Feasibility study for Olympic Dam expansion

30 March 2011

BHP Billiton has announced that its plans for a massive expansion of operations at Olympic Dam in South Australia have moved to the feasibility study phase.


Olympic Dam (BHP Billiton)
Existing Olympic Dam operations (Image: BHP Billiton)

The decision to move to the next stage of the process to expand operations at the multi-mineral ore body follows the release of a draft environmental statement by the company in May 2009. It comes ahead of the release of the supplementary environmental impact statement (SEIS) and the start of the formal assessment of the project by the Commonwealth, South Australian and Northern Territory governments.

According to BHP Billiton uranium president Dean Dalla Valle, more than 4000 public submissions on a range of issues have been received and assessed since the draft environmental statement was submitted. The company spent more than a year preparing answers to all the issues raised, and submitted this information along with additional studies in the SEIS which was handed to the Australian Commonwealth for an adequacy test in December 2010. "We are now awaiting permission from the Commonwealth to publish the SEIS, which will allow formal assessment of the project by the respective governments," he said.

According to BHP Billiton, Olympic Dam is the world's fourth largest remaining copper and gold deposit and the largest known uranium deposit. It also contains significant quantities of silver. The project went into production in 1988. At present, ore is mined and primary crushing takes place underground, after which copper concentrate is recovered through series of flotation stages and regrinding. Uranium is recovered from the copper concentrate through a leaching circuit, and the copper is smelted and further refined with gold and silver recovered as by-products.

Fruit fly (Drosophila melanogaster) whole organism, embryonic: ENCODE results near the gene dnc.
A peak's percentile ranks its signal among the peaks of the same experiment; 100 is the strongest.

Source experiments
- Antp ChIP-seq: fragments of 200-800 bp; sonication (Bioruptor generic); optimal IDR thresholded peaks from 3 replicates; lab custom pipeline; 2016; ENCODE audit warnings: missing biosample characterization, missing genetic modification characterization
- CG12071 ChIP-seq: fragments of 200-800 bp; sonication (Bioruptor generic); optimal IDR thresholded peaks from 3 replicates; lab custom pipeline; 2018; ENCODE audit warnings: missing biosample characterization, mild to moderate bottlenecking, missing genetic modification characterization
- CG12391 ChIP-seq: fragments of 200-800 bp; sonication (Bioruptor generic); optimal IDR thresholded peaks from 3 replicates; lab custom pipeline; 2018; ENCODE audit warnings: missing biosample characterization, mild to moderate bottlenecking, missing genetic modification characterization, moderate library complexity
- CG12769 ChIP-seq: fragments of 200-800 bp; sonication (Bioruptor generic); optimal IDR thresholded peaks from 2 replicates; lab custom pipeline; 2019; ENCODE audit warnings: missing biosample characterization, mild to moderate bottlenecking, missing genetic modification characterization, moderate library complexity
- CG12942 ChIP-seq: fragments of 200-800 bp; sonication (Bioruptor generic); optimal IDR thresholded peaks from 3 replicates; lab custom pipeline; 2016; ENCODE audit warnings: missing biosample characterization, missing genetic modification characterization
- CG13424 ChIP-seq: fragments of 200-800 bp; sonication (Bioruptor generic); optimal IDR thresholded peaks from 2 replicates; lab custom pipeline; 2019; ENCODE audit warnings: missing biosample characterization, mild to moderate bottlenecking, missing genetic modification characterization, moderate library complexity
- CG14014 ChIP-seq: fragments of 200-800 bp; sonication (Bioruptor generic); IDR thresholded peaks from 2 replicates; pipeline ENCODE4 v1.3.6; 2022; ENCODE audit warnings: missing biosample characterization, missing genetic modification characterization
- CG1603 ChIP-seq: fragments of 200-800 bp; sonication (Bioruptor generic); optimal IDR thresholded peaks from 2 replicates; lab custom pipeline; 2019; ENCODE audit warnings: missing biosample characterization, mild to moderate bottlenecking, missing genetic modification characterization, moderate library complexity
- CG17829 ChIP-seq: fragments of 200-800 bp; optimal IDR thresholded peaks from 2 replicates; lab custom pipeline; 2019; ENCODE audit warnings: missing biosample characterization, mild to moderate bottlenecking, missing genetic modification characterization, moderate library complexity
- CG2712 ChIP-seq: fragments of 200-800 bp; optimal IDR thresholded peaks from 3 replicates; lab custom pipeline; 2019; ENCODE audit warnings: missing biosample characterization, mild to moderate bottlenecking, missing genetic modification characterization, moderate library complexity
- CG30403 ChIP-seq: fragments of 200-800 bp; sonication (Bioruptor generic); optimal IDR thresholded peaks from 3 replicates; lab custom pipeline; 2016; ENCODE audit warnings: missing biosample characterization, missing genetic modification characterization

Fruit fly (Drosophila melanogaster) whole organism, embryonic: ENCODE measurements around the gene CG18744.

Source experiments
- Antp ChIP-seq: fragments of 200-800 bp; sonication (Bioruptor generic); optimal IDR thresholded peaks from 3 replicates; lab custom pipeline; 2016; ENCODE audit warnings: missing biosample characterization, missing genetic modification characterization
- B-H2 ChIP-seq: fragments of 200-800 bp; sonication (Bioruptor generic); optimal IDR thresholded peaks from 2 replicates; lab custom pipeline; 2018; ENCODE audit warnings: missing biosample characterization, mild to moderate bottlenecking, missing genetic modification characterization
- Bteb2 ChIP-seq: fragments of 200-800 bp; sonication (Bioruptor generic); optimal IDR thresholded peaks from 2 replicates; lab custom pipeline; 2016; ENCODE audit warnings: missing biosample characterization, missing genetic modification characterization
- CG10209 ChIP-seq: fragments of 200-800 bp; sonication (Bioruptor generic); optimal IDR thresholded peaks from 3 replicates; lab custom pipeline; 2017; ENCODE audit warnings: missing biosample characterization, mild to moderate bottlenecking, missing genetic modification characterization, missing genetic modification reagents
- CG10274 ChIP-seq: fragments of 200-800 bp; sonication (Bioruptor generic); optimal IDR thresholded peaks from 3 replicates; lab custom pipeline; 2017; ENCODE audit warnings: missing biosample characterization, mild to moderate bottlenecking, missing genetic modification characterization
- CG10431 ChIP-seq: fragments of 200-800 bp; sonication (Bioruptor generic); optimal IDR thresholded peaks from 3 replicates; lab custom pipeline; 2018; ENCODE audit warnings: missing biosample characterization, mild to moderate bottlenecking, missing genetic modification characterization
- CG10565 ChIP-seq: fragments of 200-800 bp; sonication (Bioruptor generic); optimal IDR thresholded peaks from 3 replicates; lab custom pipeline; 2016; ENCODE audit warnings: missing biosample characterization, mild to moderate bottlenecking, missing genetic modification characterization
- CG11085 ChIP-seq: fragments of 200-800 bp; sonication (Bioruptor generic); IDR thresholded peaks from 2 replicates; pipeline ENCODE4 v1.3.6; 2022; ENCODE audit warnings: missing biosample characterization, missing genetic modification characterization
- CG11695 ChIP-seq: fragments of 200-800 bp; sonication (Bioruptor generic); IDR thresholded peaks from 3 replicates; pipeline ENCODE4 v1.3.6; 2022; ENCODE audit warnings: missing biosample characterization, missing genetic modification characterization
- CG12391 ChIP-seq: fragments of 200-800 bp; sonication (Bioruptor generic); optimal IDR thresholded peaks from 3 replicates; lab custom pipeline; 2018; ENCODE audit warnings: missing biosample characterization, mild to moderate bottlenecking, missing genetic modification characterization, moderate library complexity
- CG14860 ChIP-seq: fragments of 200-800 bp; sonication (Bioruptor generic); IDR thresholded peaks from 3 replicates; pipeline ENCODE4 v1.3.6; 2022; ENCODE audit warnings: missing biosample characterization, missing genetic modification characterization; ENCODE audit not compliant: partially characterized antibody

The expansion plans would see ore recovered from an open pit which would operate alongside the existing underground mine. Some of the uranium-bearing copper concentrate would be transported overseas for smelting under International Atomic Energy Agency safeguards. The expansion would be implemented over a period of about 11 years and the project would ultimately have a uranium output of some 19,000 tU3O8 (16,100 tU) per year, including that recovered from overseas refining. Existing operations have a nameplate capacity of 4500 tU3O8 (3800 tU) per year.

The relevant governments are expected to reach a final decision on the project in the second half of 2011, according to BHP Billiton. 

Researched and written

by World Nuclear News


Filed under: This article is not categorised